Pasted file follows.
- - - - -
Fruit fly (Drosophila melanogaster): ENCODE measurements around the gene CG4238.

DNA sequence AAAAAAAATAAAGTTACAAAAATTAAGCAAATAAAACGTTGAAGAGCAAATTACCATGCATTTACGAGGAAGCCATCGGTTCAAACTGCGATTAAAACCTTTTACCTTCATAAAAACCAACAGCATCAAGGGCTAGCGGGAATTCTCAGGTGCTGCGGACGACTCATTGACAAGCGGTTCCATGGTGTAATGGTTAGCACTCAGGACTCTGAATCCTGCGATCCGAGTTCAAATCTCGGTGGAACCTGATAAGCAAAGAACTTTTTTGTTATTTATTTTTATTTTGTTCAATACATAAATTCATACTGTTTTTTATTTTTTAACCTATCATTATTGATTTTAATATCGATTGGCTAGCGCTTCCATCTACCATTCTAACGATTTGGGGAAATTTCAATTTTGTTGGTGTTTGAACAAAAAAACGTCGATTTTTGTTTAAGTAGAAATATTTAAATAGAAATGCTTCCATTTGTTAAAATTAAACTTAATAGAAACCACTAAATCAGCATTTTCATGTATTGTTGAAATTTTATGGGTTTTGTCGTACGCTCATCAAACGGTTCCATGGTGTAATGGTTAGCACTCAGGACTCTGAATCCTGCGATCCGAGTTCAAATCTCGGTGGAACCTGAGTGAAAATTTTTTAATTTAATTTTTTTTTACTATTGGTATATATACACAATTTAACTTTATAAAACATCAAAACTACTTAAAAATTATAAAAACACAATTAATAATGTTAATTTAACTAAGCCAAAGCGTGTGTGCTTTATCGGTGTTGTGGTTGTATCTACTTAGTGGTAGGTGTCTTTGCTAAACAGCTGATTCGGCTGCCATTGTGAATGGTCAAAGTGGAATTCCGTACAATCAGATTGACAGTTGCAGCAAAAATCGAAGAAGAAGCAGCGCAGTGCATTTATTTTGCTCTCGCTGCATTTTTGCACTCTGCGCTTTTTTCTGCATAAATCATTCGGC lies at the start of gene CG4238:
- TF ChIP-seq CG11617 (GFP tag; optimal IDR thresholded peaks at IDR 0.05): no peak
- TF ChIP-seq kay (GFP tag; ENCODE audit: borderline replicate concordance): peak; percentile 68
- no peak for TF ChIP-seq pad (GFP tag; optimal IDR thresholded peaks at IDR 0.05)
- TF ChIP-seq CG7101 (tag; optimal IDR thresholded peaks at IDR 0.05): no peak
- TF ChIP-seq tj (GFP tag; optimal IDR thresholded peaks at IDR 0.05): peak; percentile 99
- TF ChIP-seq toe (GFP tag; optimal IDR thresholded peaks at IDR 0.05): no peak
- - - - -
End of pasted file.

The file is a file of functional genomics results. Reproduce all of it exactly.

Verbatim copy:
Fruit fly (Drosophila melanogaster): ENCODE measurements around the gene CG4238.

DNA sequence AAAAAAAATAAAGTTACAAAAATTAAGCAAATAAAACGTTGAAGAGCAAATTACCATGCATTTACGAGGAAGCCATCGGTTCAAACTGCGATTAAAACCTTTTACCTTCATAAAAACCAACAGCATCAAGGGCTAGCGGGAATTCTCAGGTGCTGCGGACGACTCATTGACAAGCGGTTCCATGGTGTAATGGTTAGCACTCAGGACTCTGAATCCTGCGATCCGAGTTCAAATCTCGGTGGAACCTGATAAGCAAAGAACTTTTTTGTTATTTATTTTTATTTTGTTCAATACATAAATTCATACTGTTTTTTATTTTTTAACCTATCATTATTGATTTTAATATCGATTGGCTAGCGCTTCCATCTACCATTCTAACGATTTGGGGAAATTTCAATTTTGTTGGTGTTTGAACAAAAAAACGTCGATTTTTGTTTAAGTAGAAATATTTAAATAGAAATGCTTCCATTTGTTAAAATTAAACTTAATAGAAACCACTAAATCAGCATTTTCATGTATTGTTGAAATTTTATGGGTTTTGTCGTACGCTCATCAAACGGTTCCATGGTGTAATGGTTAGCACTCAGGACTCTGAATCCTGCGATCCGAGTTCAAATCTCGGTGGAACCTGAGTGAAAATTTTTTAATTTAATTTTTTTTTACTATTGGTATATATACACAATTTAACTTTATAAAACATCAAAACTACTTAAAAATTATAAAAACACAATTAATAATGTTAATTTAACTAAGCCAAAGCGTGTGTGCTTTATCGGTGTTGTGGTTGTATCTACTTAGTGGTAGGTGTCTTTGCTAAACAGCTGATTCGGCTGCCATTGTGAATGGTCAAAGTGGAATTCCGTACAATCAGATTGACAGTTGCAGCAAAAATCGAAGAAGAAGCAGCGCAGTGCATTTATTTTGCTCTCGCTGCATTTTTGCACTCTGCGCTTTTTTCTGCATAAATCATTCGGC lies at the start of gene CG4238:
- TF ChIP-seq CG11617 (GFP tag; optimal IDR thresholded peaks at IDR 0.05): no peak
- TF ChIP-seq kay (GFP tag; ENCODE audit: borderline replicate concordance): peak; percentile 68
- no peak for TF ChIP-seq pad (GFP tag; optimal IDR thresholded peaks at IDR 0.05)
- TF ChIP-seq CG7101 (tag; optimal IDR thresholded peaks at IDR 0.05): no peak
- TF ChIP-seq tj (GFP tag; optimal IDR thresholded peaks at IDR 0.05): peak; percentile 99
- TF ChIP-seq toe (GFP tag; optimal IDR thresholded peaks at IDR 0.05): no peak